Throughout history, human beings have always held a certain fascination towards nature and her wonders. Now, scientists have linked this fascination to improved public health.
A team of scientists from the University of Queensland (UQ) and the ARC Centre of Excellence for Environmental Decisions (CEED) recently held an Australia-based study to prove that people, in general, could both physically and mentally benefit from even minimal exposure to nature. A sample size of 1538 residents in Brisbane City, Australia, were studied in order to determine the best way to optimize nature in urban settings.
The experiences of nature studied in the project were broken down into three components–frequency of outdoor green space visits a year, the average duration of those visits in a week, and the “intensity” of the nature defined by the highest level of vegetation found within any of the green spaces. Through analyses involving several different variables, which include age, gender, income, weight, and education, researchers discovered that people who visit parks for 30 minutes or more each week generally had better mental health than those who did not. According to UQ CEED researcher Dr. Danielle Shanahan, if everyone visited their local parks for half an hour each week there would be 7% fewer cases of depression and 9% fewer cases of high blood pressure. In addition, those who self-reported a strong connection with nature had greater levels of social cohesion and physical activity. Of course, the nature experiences had a positive correlation with physical activity, which may have also affected the results on mental health. These levels were measured through the use of questionnaires and surveys.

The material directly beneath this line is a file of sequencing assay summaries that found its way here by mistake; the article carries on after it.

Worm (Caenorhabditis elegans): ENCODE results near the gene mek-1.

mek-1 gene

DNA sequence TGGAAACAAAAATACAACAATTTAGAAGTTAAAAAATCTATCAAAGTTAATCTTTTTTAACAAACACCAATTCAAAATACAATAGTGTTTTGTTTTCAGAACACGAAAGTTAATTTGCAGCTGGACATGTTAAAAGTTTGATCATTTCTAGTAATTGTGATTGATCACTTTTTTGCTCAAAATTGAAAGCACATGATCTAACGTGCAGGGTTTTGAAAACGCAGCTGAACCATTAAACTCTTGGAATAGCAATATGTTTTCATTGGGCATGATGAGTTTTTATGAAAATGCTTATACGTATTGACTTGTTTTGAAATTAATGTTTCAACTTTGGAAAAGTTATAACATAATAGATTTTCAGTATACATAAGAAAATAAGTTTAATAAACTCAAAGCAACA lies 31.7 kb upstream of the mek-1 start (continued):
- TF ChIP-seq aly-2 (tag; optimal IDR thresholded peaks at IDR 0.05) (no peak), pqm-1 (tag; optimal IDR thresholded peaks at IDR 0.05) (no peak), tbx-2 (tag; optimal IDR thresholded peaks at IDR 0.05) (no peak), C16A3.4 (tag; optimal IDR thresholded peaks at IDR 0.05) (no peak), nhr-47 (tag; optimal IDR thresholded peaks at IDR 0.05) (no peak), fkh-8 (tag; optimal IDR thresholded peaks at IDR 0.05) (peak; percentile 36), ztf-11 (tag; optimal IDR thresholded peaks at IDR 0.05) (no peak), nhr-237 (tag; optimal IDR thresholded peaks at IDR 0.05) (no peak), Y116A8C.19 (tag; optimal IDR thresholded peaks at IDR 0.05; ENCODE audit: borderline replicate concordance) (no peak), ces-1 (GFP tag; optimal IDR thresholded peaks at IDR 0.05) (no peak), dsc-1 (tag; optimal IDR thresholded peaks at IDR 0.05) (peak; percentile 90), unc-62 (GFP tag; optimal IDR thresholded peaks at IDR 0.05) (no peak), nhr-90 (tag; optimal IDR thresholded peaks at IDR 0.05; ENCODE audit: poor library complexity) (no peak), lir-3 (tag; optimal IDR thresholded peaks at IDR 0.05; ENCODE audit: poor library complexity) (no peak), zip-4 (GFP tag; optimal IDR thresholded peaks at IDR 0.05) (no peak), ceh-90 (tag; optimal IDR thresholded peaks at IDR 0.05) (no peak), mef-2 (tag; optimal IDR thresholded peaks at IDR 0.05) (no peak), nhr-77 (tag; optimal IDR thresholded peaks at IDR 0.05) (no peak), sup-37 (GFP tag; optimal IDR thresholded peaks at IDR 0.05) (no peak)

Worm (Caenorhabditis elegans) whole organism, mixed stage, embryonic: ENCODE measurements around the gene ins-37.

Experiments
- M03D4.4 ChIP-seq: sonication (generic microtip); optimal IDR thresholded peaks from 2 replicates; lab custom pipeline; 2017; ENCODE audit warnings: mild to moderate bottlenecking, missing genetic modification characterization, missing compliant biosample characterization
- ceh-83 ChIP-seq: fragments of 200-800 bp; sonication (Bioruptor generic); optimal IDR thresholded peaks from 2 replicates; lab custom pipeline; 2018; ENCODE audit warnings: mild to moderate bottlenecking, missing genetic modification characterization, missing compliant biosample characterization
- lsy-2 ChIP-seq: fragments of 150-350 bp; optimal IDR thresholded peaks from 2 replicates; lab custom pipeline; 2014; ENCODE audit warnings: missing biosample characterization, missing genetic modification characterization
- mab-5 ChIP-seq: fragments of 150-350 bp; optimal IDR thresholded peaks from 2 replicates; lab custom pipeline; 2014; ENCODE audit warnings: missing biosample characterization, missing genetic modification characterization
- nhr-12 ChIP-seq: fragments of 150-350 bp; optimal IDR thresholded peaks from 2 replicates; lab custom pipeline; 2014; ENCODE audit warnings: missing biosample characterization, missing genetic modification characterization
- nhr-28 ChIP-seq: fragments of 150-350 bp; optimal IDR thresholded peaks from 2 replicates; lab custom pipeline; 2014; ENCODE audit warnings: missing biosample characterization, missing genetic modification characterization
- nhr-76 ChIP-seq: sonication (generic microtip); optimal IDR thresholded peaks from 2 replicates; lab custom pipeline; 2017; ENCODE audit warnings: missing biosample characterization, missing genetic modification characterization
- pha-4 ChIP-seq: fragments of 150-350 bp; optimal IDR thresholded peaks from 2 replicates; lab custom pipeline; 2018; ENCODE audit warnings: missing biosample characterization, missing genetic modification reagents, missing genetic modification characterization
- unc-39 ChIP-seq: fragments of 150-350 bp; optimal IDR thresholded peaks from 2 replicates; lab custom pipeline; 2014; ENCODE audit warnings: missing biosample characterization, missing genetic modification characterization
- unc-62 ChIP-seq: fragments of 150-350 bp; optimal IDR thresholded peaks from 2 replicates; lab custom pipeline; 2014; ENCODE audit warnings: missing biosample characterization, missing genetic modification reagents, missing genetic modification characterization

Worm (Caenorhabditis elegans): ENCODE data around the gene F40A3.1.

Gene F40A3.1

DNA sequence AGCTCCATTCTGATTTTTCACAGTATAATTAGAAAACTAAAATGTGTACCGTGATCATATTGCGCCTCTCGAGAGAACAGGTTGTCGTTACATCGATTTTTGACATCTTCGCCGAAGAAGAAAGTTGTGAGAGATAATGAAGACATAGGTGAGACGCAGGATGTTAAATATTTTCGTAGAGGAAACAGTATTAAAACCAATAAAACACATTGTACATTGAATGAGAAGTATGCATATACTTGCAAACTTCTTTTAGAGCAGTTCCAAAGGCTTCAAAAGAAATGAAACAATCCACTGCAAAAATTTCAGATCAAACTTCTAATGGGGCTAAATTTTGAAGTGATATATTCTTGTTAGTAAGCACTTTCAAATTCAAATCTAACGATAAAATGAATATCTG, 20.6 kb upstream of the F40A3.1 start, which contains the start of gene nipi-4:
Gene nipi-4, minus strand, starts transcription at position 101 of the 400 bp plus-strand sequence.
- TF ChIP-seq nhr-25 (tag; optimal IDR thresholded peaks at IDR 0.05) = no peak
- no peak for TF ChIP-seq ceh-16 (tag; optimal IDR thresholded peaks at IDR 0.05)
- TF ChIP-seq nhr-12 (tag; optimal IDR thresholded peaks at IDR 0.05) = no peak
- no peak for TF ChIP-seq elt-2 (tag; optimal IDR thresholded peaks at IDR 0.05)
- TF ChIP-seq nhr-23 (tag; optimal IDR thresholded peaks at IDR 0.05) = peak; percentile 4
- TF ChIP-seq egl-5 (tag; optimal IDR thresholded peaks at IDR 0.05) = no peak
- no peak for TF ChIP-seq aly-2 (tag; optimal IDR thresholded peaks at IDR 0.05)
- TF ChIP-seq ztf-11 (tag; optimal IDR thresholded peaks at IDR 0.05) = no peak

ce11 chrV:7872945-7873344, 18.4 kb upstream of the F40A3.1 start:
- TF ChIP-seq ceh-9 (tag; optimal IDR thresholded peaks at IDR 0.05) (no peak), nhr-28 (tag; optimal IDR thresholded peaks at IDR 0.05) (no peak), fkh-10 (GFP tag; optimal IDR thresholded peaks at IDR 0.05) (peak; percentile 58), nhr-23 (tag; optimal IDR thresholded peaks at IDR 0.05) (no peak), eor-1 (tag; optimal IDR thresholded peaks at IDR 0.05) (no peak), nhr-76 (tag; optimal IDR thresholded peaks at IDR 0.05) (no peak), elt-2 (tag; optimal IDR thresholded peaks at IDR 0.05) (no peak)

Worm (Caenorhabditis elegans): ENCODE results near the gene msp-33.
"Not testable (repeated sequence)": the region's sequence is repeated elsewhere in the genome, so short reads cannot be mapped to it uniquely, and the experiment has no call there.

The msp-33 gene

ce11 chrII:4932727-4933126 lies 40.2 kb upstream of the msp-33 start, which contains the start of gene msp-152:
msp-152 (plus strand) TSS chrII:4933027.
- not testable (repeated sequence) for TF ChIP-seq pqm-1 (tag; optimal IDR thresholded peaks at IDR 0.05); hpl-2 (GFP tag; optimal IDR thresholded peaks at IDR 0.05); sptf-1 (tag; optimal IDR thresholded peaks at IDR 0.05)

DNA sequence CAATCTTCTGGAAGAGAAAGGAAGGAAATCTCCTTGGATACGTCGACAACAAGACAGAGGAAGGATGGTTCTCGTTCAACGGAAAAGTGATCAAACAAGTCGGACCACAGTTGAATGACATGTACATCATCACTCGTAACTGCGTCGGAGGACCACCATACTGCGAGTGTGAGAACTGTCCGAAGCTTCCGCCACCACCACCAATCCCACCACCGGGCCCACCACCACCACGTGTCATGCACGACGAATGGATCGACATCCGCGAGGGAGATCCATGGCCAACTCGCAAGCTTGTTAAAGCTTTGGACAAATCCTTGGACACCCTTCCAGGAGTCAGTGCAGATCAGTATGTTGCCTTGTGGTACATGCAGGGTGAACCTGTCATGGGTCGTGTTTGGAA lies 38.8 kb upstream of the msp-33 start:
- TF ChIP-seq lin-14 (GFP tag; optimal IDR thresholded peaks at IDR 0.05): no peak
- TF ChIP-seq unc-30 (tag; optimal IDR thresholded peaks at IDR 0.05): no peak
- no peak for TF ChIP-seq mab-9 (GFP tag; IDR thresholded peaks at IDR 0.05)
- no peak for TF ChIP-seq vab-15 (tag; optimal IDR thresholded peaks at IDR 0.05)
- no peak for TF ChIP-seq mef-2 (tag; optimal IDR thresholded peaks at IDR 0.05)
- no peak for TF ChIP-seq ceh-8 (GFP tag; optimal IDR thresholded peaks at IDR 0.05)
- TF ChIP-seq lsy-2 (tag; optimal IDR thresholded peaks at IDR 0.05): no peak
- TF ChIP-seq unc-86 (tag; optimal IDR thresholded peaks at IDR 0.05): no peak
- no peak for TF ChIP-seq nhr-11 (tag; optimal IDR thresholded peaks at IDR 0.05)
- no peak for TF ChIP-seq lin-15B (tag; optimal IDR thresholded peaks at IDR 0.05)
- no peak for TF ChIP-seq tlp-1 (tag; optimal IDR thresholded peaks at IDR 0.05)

The study has a couple of major implications moving forward. First of all, while urbanization continues to rise, nature continues to play an important role in maintaining good public health. Therefore, this assessment places importance in maintaining a steady concentration of nature through parks and other green space. From a monetary perspective, the cost of addressing depression in Australia alone is around $12.6 billion. Nature can be used as a tool to not only improve people’s lives but also save money. In all, the study proved what has been known for a long time: nature is an important force in everyday lives.
Feature Image Source: Walk by Theophilos Papadopoulos